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Tax Loose Ends – why it is a good idea to tidy these up..

The new financial year is well underway, and we are making good progress with getting your 2019 financial positions and tax affairs in order.  We have come across a few tax loose ends that we would like to bring to your attention to ensure your business and personal tax affairs are as tidy as possible.

  • Ensure you are on the correct Prescribed investor Rate (PIR) with your Kiwisaver provider. PIR’s are elected by the Kiwisaver member (yourselves) and now this information is available on the IRD‘s new system we are seeing that many individuals have elected an incorrect rate. Electing an incorrect rate means we must include it in your tax return and if you have elected a rate that is too low then you may end up with a tax bill. To ensure you are on the correct rate check out this link
  • If you are a sole trader, operate as a partnership or have elected to use these rules as a close company, you can claim vehicle running costs as per your logbook. Without completing a logbook, you are limiting your claim to a maximum of 25% of your vehicle operating costs. For this reason alone, you should be completing a logbook for three months to establish the business use percentage of your vehicle. If you have had a significant change in the business use of your vehicle from the last time you completed your three-month logbook or you haven’t completed a logbook for three years, now is a good time to start a new one to ensure you are claiming what you rightfully can.
  • Remember to keep and submit your school, charitable and religious donation receipts to us when you send in your yearend financial and tax information – providing they are a registered charity we can claim a third of the total of these back for you as a rebate from the IRD.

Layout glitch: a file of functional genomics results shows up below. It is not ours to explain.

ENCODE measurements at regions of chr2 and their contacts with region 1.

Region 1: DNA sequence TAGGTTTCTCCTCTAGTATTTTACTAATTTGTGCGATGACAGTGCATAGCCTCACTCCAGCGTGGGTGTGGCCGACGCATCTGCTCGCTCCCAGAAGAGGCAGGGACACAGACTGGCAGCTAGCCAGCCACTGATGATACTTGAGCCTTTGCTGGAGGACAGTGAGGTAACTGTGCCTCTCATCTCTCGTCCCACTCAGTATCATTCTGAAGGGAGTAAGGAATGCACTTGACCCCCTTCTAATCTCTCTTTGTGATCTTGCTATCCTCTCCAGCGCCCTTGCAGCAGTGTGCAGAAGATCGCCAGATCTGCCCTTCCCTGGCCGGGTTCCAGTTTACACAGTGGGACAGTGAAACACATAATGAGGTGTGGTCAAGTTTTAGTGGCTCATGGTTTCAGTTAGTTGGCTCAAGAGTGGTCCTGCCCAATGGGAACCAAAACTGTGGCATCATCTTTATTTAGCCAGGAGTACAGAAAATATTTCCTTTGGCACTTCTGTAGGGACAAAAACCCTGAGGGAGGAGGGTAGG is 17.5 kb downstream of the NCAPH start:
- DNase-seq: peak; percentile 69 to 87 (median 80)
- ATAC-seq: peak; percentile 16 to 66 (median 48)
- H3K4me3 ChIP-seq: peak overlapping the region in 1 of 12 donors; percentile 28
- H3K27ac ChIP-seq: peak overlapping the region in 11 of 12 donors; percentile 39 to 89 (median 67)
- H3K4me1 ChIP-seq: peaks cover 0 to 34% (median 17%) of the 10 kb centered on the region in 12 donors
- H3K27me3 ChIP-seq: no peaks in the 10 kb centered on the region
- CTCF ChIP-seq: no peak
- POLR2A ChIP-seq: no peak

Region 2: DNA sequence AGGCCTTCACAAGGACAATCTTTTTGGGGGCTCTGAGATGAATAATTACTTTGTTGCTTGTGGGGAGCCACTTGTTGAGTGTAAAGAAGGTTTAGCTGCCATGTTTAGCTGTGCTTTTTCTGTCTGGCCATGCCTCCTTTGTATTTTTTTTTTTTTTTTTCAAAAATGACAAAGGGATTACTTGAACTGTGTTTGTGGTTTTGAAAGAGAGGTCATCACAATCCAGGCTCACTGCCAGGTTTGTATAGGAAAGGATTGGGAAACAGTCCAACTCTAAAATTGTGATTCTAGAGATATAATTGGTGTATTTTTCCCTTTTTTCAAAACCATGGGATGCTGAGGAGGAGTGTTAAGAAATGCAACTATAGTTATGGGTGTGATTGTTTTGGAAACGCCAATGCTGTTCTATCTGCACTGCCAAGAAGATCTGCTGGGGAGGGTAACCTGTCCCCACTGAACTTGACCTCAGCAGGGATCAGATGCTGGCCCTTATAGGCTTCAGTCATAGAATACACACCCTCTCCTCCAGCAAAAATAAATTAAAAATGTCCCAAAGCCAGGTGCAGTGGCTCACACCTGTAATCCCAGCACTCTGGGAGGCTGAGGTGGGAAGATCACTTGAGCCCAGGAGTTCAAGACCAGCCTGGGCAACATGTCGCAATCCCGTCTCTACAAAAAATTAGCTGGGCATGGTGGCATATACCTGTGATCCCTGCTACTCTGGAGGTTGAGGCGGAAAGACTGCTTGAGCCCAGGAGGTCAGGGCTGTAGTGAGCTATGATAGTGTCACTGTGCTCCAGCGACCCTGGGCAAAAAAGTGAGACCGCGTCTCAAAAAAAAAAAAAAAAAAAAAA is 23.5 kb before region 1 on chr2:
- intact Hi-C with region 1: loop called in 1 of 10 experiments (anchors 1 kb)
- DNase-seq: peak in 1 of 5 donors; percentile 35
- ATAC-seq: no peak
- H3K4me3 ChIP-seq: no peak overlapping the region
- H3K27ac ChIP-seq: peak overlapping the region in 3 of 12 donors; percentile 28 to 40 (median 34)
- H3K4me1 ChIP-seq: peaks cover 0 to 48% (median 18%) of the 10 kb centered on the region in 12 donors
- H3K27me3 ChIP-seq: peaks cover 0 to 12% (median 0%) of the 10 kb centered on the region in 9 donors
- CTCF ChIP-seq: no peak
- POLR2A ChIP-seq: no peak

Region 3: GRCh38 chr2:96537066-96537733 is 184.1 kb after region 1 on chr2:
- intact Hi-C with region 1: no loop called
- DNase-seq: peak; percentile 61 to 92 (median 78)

• If you use your home and / or garage for business purposes, then we can include a portion of your personal home expenses in your year end expenses for tax purposes. This includes garaging for vehicles (claimable at the same percentage as your logbook), so it is worth putting a bit of time in to measure the areas used for business purposes and to keep an accurate record of your home office expenses – mortgage interest or rent, power, rates, insurance and phone and internet.
  • Some income protection insurance can also be claimed in your personal year-end tax return so remember to submit a copy of your annual income protection certificate to us with your year-end information.
  • If you provide entertainment for your team, clients or any other business contact, some of your business entertainment expenses are tax deductible – in most cases 50% of the expense is tax deductible. Client gifts that are food or beverage related are also only 50% deductible so you may want to consider another form of gift if you want to get a full tax deduction.
  • Finally, if you are unsure about anything then please feel free to contact us at Business Like NZ. We are only too happy to help and point you in the right direction.

Nileshni Prasad